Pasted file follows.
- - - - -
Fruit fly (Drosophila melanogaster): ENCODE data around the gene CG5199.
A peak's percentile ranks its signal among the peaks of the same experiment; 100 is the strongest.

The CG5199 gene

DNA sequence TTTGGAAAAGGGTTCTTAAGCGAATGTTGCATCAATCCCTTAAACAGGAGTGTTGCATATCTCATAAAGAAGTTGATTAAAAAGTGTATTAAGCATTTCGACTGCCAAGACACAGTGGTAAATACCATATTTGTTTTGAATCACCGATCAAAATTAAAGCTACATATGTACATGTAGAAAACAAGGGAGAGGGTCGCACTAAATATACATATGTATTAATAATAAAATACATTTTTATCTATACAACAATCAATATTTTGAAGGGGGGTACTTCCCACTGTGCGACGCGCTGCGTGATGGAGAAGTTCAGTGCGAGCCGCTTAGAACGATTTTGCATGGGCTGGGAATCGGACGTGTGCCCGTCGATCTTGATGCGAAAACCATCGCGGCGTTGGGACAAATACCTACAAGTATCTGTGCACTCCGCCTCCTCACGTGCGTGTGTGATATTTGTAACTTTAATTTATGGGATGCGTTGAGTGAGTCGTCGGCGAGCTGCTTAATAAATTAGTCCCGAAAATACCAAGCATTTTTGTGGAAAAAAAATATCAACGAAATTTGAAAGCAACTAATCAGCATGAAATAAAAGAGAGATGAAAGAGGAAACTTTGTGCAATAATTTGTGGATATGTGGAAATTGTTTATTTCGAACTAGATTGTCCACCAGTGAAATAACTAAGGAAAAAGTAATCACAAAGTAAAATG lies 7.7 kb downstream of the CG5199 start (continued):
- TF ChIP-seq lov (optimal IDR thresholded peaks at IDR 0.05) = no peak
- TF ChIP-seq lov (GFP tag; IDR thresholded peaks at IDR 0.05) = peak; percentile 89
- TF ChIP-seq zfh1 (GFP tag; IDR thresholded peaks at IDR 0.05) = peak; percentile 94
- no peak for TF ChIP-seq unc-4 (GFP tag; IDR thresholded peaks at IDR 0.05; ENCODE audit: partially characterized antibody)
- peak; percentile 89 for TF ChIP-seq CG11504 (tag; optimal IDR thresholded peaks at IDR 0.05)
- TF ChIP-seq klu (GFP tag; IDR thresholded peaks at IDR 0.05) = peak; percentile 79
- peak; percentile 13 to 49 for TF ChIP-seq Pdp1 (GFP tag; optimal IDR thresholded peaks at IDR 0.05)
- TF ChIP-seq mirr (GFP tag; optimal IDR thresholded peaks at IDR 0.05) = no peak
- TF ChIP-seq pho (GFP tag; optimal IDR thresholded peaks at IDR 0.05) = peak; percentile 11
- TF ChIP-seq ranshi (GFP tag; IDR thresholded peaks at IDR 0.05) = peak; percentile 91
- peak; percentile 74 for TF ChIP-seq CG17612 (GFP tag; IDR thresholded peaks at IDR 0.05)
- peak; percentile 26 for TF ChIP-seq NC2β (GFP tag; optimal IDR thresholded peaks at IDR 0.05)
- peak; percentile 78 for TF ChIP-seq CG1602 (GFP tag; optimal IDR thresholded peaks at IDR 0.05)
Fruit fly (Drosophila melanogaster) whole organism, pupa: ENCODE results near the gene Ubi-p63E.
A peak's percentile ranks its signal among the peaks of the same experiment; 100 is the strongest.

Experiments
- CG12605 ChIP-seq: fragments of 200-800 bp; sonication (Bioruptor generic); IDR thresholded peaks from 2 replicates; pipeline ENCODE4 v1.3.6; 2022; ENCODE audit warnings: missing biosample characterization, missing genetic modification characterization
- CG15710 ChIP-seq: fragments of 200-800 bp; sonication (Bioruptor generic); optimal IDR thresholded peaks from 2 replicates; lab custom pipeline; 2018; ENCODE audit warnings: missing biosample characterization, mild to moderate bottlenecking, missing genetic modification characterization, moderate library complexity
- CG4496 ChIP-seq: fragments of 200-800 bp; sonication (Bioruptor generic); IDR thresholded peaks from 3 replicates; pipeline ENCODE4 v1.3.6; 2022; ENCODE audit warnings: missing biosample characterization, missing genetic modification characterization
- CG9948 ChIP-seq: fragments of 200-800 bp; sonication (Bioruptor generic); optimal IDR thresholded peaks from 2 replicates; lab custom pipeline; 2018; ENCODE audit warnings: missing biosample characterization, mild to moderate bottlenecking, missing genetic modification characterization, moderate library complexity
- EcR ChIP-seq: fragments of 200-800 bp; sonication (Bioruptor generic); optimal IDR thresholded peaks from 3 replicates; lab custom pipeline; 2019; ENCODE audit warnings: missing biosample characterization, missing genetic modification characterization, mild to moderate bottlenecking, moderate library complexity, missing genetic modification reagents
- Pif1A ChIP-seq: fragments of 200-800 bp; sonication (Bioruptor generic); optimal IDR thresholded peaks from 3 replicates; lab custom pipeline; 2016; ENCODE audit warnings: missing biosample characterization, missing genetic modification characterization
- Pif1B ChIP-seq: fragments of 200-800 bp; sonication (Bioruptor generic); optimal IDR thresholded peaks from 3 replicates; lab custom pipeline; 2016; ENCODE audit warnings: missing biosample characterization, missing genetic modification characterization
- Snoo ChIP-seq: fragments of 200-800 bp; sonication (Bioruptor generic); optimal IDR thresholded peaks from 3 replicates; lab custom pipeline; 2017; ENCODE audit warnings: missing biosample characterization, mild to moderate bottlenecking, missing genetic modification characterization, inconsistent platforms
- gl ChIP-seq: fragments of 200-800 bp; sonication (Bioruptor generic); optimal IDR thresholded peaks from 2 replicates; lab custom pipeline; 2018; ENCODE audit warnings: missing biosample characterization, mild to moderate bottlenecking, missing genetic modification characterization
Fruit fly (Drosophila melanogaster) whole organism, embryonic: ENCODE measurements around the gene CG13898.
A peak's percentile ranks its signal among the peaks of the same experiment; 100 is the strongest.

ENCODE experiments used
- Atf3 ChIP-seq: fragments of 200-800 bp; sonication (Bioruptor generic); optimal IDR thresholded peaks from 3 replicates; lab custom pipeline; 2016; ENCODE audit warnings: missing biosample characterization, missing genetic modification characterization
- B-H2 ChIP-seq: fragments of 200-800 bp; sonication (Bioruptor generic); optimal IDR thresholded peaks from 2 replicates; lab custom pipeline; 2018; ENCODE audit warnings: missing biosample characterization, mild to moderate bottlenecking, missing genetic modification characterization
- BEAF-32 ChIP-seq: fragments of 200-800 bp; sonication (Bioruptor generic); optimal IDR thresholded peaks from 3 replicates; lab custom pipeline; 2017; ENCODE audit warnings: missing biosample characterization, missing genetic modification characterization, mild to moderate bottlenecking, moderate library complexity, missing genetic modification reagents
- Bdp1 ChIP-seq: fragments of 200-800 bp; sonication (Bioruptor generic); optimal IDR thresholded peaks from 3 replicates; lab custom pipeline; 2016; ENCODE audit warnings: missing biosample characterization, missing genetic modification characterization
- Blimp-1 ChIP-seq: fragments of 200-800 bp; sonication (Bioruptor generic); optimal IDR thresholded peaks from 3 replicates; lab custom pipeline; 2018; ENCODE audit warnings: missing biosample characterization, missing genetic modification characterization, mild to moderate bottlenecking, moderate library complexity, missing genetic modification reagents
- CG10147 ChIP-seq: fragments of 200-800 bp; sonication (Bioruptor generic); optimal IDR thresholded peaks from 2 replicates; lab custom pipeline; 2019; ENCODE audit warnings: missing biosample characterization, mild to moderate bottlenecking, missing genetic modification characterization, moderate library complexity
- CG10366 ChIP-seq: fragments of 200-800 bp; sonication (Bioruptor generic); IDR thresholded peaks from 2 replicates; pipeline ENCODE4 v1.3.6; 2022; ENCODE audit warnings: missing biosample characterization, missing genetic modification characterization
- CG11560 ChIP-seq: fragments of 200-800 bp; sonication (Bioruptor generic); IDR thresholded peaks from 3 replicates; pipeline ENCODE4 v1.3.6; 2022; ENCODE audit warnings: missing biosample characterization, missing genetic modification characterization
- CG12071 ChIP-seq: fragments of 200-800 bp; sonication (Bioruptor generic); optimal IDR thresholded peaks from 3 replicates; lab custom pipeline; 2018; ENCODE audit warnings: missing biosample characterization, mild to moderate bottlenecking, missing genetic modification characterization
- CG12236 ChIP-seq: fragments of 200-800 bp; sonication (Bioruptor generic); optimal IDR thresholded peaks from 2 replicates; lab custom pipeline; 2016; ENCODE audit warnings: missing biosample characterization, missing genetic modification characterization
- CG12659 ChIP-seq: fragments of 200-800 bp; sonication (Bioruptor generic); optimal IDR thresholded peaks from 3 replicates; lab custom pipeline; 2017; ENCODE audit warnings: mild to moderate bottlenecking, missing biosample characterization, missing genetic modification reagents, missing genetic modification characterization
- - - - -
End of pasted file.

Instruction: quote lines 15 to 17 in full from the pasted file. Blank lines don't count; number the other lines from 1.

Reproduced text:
- peak; percentile 74 for TF ChIP-seq CG17612 (GFP tag; IDR thresholded peaks at IDR 0.05)
- peak; percentile 26 for TF ChIP-seq NC2β (GFP tag; optimal IDR thresholded peaks at IDR 0.05)
- peak; percentile 78 for TF ChIP-seq CG1602 (GFP tag; optimal IDR thresholded peaks at IDR 0.05)